blackhornet on LibraryThing More than 1 year ago
It is refreshing to read a children's novel that so honestly examines conflict. OK, so it is written within the conventions of children's fiction, so the three main protagonists are unrealistically optimistic and resilient in the face of the hardships they suffer, but it still gets across some truths to which children in the UK will rarely be exposed without sacrificing a strong sense of narrative.Set in Ramallah, the story focuses on Karim, Joni and Hopper as they live under the Israeli occupation of Palestine. The three boys are drawn from across social and religious boundaries to emphasise the generic conventions of searching for social harmony and oneness, but still the novel manages to stress the historical circumstances of Israeli occupation, openly referring to torture within prisons, the shooting of innocents and the forcible taking of land.I know it is not genuinely realistic but what a great starting point for young readers. It also made me re-evaluate my reading of John Boyne's 'The Boy in the Striped Pyjamas', which I found enjoyable but unsettling on some unknown level. I now think I can articulate where that came from. 'Pyjamas' decontextualises events. The historical forces that led to the Nazi persecution of the Jews are brushed aside by the naivety of nine-year-old Bruno's narration. As such readers are presented with an overly simplified view of human nature: there are good people and bad people and you better watch out because those bad people may get you whatever side of the line you exist upon. 'A Little Piece of Ground', on the other hand, while alluding to the possibility of wrong-doing from all sides of a conflict, is very clear that people act in certain ways under certain circumstances. Only when young people begin to understand this can they begin to fully understand one another. Excellent stuff. Made me want to read more by Laird.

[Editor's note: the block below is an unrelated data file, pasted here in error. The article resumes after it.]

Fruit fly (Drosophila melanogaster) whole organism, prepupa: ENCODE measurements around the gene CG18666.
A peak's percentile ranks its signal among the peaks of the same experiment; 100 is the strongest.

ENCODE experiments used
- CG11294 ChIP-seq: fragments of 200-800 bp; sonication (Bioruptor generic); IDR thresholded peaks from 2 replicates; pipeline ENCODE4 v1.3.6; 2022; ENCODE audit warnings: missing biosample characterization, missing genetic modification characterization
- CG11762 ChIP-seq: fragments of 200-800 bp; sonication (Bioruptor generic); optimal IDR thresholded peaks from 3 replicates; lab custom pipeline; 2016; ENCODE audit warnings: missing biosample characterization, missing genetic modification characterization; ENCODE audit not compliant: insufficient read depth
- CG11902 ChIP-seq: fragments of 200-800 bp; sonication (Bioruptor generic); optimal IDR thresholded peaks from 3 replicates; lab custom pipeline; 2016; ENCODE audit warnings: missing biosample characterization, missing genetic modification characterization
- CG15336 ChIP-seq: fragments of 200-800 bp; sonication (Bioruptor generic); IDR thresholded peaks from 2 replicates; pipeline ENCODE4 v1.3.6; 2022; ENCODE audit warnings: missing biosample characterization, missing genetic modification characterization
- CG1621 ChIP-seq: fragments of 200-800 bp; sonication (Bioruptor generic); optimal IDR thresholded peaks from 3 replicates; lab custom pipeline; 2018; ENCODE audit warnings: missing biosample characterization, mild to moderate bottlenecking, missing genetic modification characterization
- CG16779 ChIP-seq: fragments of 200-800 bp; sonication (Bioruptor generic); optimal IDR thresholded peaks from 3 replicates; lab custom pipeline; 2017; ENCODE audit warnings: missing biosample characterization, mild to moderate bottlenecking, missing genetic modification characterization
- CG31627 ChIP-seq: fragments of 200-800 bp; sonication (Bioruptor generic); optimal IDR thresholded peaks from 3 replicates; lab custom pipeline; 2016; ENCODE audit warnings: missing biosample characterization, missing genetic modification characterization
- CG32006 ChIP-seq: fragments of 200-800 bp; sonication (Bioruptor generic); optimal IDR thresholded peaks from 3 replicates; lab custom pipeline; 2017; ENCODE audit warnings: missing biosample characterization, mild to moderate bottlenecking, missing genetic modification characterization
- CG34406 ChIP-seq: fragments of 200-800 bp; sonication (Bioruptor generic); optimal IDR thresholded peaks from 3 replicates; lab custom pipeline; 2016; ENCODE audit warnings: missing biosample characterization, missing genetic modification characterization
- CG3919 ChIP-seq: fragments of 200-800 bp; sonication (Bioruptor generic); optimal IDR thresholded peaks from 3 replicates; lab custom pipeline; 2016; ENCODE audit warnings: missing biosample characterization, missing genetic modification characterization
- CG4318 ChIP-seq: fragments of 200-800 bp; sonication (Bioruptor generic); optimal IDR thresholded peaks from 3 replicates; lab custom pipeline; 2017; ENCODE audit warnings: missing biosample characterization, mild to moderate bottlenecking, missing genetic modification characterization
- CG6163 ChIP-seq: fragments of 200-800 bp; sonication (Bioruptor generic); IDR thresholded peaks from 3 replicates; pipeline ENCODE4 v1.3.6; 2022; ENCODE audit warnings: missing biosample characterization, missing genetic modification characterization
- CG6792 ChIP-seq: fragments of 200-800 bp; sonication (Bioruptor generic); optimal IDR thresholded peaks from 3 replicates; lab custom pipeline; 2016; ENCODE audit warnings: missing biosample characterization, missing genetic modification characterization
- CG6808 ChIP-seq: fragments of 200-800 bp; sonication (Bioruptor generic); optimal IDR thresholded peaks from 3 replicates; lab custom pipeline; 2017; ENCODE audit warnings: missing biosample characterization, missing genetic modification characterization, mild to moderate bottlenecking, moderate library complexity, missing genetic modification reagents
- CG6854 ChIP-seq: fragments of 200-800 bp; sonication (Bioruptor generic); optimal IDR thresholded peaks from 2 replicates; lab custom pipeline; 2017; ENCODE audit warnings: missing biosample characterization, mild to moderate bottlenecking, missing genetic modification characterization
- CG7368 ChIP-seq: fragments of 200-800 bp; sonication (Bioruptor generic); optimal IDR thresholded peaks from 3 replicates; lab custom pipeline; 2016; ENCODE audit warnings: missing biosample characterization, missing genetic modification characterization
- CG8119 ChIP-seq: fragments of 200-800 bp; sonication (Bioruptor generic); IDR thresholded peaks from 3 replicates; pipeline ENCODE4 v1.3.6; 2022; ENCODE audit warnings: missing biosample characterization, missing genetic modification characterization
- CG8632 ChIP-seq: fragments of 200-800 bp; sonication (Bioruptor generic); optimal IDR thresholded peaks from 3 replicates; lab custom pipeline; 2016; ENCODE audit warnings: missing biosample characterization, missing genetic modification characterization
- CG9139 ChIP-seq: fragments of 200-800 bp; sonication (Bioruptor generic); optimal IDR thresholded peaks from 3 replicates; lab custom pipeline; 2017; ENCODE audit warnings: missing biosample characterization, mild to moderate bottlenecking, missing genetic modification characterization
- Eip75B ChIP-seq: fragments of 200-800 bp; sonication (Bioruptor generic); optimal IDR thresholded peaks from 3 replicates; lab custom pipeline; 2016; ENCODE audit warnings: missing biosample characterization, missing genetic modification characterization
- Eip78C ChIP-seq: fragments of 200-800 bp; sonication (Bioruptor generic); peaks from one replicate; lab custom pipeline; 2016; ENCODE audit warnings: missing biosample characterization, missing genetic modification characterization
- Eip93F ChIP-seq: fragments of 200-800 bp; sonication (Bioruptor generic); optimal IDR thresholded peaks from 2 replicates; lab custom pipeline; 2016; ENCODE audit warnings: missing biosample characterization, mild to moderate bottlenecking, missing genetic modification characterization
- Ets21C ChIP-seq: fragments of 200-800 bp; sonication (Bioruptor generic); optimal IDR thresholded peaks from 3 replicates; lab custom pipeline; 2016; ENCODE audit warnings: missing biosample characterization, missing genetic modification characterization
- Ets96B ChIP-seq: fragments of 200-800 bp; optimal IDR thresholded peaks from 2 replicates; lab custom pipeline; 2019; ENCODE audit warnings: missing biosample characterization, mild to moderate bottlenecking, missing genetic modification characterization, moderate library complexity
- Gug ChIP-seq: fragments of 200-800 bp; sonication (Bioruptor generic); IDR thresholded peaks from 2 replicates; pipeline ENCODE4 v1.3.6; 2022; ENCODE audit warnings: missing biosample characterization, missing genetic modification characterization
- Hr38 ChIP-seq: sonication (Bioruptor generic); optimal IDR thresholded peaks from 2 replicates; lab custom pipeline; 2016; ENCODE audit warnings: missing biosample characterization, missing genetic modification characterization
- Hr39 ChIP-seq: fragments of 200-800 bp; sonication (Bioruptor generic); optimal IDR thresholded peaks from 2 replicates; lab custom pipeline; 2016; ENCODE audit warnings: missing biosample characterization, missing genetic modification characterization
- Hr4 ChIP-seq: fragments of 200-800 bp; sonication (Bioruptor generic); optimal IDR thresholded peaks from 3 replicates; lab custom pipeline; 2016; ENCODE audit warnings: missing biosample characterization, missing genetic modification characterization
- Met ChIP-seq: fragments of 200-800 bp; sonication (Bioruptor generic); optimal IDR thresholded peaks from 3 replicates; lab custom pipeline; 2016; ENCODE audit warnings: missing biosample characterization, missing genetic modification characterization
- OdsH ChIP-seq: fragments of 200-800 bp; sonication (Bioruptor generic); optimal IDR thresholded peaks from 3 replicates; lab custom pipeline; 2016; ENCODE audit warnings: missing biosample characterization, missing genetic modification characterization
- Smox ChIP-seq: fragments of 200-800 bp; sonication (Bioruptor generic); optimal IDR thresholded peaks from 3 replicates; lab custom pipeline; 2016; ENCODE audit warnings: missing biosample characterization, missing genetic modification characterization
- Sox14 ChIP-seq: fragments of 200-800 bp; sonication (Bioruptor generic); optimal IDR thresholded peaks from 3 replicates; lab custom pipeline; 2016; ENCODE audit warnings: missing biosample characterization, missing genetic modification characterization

Niecierpek on LibraryThing More than 1 year ago
The book tells the story of the Palestinian-Israeli conflict from the Palestinian point of view, or more accurately from the point of view of an eleven-year-old boy, Karim, from a middle class family in Ramala.A good attempt to have the other side of the story heard.(Written with Sonia Nimr, a lecturer at Bir Zeit University in Palestine and a translator of children¿s books.)
Anonymous More than 1 year ago
I didn't like it because it is just like every other Palestinian War books
Guest More than 1 year ago
This is a beautifully written book that puts a human face on the suffering of the Palestinians under the illegal Israeli occupation of their land. Despite the terrible day to day circumstances that Palestinian children have to endure, nothing is able to suppress their irresistible desire to play. If you want to know how much misery is caused by our billions of dollars per year that the USA sends to Israel, read this book.